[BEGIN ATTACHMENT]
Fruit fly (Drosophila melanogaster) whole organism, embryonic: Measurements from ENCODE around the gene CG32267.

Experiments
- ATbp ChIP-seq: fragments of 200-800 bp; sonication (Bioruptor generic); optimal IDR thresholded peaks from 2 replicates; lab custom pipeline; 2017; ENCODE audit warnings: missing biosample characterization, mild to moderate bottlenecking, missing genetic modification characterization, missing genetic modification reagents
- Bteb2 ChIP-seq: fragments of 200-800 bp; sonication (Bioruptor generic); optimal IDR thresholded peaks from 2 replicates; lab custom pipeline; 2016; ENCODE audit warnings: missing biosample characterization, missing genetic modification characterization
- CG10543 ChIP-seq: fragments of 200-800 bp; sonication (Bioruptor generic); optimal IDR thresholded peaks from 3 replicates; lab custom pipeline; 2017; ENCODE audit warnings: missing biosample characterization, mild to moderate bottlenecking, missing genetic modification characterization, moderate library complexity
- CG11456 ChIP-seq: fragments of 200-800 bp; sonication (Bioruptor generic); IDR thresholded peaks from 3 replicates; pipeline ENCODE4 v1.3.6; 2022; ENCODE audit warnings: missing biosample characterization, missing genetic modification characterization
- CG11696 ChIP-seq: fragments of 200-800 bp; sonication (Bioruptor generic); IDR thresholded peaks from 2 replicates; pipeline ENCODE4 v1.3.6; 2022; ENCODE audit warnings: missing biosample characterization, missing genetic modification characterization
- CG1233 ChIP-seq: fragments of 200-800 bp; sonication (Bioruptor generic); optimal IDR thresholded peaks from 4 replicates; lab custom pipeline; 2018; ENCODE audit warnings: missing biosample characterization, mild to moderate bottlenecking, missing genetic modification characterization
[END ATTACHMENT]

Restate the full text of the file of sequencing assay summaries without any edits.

Fruit fly (Drosophila melanogaster) whole organism, embryonic: Measurements from ENCODE around the gene CG32267.

Experiments
- ATbp ChIP-seq: fragments of 200-800 bp; sonication (Bioruptor generic); optimal IDR thresholded peaks from 2 replicates; lab custom pipeline; 2017; ENCODE audit warnings: missing biosample characterization, mild to moderate bottlenecking, missing genetic modification characterization, missing genetic modification reagents
- Bteb2 ChIP-seq: fragments of 200-800 bp; sonication (Bioruptor generic); optimal IDR thresholded peaks from 2 replicates; lab custom pipeline; 2016; ENCODE audit warnings: missing biosample characterization, missing genetic modification characterization
- CG10543 ChIP-seq: fragments of 200-800 bp; sonication (Bioruptor generic); optimal IDR thresholded peaks from 3 replicates; lab custom pipeline; 2017; ENCODE audit warnings: missing biosample characterization, mild to moderate bottlenecking, missing genetic modification characterization, moderate library complexity
- CG11456 ChIP-seq: fragments of 200-800 bp; sonication (Bioruptor generic); IDR thresholded peaks from 3 replicates; pipeline ENCODE4 v1.3.6; 2022; ENCODE audit warnings: missing biosample characterization, missing genetic modification characterization
- CG11696 ChIP-seq: fragments of 200-800 bp; sonication (Bioruptor generic); IDR thresholded peaks from 2 replicates; pipeline ENCODE4 v1.3.6; 2022; ENCODE audit warnings: missing biosample characterization, missing genetic modification characterization
- CG1233 ChIP-seq: fragments of 200-800 bp; sonication (Bioruptor generic); optimal IDR thresholded peaks from 4 replicates; lab custom pipeline; 2018; ENCODE audit warnings: missing biosample characterization, mild to moderate bottlenecking, missing genetic modification characterization